My maternal grandma, Mawmie, used to tell me I should be a hand model. She had beautiful hands with Streisand-length nails, which she painted bright colors into her late 80s.
Mawmie’s mitts were her prized part, and she protected them with Palmolive and lots of lotion. Before I could drive, Mawmie was convinced her genetic contribution would one day pay off for me. And years later, a parts career fell into my hands.
In addition to being moderately psychic, Mawmie knew more about food than any person I’ve ever known. She and my grandpa, Pawpie, were a match made in culinary heaven. Mawmie read cookbooks in her spare time, while she and Pawpie watched people eat for fun.
The two of them were so much fun and had such BIG…personalities!
They owned restaurants throughout the city, including The Buck 49 on Bourbon Street, Pearl Oyster Bar on St Charles and the Peppermill, which still serves up Mawmie’s recipes today.
Mawmie’s pantries and refrigerators (yes, she had more than one of each) were loaded large with goodies, and her stove was always hot and bubbling, while mouth-watering aromas filled the entire house.
On a hot Summer’s day, I loved nothing more than to fall into the cool pillow of Mawmie’s embrace as she wrapped me in her loving arms and satin muumuu. Her affection, like her table, was always abundant.
Whether Mawmie and Pawpie were hosting a party or having an informal family gathering, a decadent spread was sure to be enjoyed: fried calamari, cannelloni, macaroni, corn bread dressing, oyster patties, shrimp remoulade, crawfish bisque, crab au gratin, ham, lamb, candied yam…followed by: spumoni, cannolli, casata cake, lemon ice and fig cookies from Brocato’s, and Doberge cake from Gambino’s.
Whatever the occasion, Al Martino, Connie Francis and Frank Sinatra would play in the background, over sounds of children playing in the pool and adults laughing loudly, arguing, and laughing again…
Unlike the minimalist-monotonous menus of my other life in California, where wheatgrass and apple cider vinegar were enforced by the spoonful, in New Orleans, food was celebrated and always abundant. I visited the Big Easy during summers and holidays, during which I was a kid in a sweeet candy store! There, I spent my days blissed-out and bloated. By 9, I could out-eat most men. I figured I could always cleanse when I returned to California.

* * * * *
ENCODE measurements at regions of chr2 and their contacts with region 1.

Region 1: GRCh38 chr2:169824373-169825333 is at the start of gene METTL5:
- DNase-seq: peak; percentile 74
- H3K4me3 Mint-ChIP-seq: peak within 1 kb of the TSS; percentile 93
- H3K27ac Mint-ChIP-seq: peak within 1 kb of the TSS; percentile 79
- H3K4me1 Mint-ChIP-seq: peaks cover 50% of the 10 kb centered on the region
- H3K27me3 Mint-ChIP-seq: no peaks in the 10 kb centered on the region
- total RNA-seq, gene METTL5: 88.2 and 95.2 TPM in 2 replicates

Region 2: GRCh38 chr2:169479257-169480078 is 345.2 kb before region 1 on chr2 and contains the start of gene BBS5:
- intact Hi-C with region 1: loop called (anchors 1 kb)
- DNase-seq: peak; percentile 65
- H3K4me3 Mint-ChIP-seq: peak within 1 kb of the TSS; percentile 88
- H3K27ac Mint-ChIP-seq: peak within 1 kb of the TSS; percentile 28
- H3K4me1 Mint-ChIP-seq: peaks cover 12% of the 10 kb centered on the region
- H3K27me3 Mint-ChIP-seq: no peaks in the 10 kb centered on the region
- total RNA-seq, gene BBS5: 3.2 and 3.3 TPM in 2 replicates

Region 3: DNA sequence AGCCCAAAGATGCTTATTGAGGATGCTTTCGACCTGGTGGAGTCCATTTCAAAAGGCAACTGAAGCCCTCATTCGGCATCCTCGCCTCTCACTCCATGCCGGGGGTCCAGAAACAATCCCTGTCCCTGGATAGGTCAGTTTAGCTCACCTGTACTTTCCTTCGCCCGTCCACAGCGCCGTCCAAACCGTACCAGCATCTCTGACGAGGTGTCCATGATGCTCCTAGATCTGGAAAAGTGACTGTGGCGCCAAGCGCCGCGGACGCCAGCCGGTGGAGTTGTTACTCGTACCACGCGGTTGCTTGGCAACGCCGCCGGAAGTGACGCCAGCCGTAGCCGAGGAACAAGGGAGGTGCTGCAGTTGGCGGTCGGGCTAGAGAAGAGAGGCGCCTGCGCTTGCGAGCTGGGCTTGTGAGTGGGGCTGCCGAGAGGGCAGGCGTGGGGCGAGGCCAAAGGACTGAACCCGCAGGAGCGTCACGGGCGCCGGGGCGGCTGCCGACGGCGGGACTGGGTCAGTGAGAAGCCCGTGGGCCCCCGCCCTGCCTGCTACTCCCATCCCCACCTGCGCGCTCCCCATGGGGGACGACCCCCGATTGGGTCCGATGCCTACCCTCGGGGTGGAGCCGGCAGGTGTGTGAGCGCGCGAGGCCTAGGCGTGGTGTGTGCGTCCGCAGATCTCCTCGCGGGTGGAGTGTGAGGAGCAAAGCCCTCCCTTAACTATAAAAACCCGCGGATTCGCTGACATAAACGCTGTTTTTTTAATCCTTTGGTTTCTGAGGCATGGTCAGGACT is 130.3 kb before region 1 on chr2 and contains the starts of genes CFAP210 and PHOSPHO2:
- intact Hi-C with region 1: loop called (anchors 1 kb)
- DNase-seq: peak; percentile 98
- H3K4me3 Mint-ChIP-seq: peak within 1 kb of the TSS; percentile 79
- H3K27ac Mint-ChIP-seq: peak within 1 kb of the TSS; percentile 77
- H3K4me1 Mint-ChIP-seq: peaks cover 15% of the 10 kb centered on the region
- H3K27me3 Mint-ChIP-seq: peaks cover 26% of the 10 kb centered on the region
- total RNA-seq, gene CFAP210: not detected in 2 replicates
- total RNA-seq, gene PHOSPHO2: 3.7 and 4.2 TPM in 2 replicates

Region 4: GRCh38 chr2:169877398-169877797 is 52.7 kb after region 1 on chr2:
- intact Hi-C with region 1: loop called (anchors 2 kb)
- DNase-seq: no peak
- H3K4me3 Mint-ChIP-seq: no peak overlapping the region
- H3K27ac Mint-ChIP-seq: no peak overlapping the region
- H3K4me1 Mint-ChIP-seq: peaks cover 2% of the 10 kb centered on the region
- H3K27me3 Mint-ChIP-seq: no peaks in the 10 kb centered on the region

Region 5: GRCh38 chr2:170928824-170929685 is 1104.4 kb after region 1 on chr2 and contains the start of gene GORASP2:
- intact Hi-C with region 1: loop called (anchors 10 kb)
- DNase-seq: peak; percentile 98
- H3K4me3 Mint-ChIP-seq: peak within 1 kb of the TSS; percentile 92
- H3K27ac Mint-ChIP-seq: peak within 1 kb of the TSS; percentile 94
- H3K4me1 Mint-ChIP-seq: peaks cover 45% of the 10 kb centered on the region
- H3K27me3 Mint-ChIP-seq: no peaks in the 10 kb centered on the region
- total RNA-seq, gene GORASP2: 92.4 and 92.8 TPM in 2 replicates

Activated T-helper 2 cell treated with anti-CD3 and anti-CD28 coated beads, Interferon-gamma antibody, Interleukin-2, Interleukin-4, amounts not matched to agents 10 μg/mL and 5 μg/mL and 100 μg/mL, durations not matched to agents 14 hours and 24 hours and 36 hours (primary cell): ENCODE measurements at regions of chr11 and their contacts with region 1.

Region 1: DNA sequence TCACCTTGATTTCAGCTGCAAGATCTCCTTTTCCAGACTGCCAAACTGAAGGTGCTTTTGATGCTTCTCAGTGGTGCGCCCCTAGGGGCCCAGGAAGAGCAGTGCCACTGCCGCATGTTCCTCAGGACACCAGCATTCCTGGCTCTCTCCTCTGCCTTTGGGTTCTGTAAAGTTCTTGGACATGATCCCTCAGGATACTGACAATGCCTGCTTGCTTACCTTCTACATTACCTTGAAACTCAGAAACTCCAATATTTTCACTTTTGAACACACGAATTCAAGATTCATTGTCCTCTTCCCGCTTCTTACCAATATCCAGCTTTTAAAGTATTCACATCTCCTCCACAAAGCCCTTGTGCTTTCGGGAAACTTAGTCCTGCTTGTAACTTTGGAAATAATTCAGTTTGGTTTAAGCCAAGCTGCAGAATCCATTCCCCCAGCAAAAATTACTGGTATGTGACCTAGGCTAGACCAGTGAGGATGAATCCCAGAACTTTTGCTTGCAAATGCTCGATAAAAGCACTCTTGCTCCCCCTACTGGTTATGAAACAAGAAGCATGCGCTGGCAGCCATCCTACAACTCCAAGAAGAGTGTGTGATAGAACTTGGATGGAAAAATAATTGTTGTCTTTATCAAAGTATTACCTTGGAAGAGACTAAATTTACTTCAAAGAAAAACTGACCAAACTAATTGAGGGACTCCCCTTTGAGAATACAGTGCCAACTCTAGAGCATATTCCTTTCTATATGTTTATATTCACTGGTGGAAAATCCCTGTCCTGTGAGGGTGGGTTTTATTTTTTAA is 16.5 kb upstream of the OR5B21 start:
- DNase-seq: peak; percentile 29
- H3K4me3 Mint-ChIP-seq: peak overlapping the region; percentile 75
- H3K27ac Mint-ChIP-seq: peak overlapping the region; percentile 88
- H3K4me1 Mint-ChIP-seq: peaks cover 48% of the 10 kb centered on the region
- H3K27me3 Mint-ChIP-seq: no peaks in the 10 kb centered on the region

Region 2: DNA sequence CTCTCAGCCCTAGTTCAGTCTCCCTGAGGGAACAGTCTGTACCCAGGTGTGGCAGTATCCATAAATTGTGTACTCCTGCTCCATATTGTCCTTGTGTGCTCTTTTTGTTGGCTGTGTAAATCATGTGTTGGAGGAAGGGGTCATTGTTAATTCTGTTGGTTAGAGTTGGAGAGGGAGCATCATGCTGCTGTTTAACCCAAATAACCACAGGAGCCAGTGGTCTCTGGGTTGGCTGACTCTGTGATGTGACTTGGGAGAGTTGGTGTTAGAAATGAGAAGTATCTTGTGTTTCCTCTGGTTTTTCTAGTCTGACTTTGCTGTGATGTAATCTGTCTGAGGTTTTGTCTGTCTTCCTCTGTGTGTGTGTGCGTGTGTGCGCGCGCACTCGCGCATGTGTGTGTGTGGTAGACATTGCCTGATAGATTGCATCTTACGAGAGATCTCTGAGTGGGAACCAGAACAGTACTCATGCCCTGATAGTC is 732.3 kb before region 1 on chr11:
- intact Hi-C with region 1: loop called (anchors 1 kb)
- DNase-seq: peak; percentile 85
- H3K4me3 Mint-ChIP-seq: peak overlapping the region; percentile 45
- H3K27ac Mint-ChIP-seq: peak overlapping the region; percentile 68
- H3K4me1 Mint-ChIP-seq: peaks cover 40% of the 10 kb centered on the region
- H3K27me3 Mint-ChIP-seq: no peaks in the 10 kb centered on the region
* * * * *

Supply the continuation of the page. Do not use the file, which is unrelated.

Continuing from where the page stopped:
But once in a while I’d respect my mother’s wishes by refusing certain foods. My relatives, but especially Mawmie, had a hard time accepting any rejections of good New Orleans fare.
The first time I told Mawmie I was a vegetarian (a title I would adopt on and off throughout my life), she stared at me a while, and said calmly, “Well then I’m just gonna cut you a little piece of veal.”
“But my ma…” I answered.
“Your motha?” Mawmie asked nodding her head slowly while extending a long elegant finger in my direction.
“You tell your motha she’s a jackass,” she continued.
Taken aback by more staring I simply said, “Ok.”
“Listen to me,” Mawmie said still pointing, “You eat whatever you want!”
Then she placed a huge breaded veal po-boy in front of me and sat there smiling until it was gone.
I used to describe Mawmie as “A big angel and a little devil.” She passed away a few years ago, and just like her accurate prediction of my career path, my description of her is truer than ever…
For a special treat, I’m including Mawmie’s pecan pie recipe (in her own writing):
Best Pecan Pie
- 1 stick of butter
1 cup Light Karo Syrup
1 cup sugar
3 large eggs, beaten
1/2 tsp lemon juice
1 tsp vanilla
1 dash salt
1 cup chopped pecans
1 8 or 9 inch unbaked pie shell
Brown butter golden (do not burn), let cool. In separate bowl add all other ingredients in order listed; stir. Blend in braised butter well. Pour into unbaked pie shell and bake at 425° for 10 min. Then lower oven to 325° for 40 mins. Serve warm with ice cream on top or plain – great!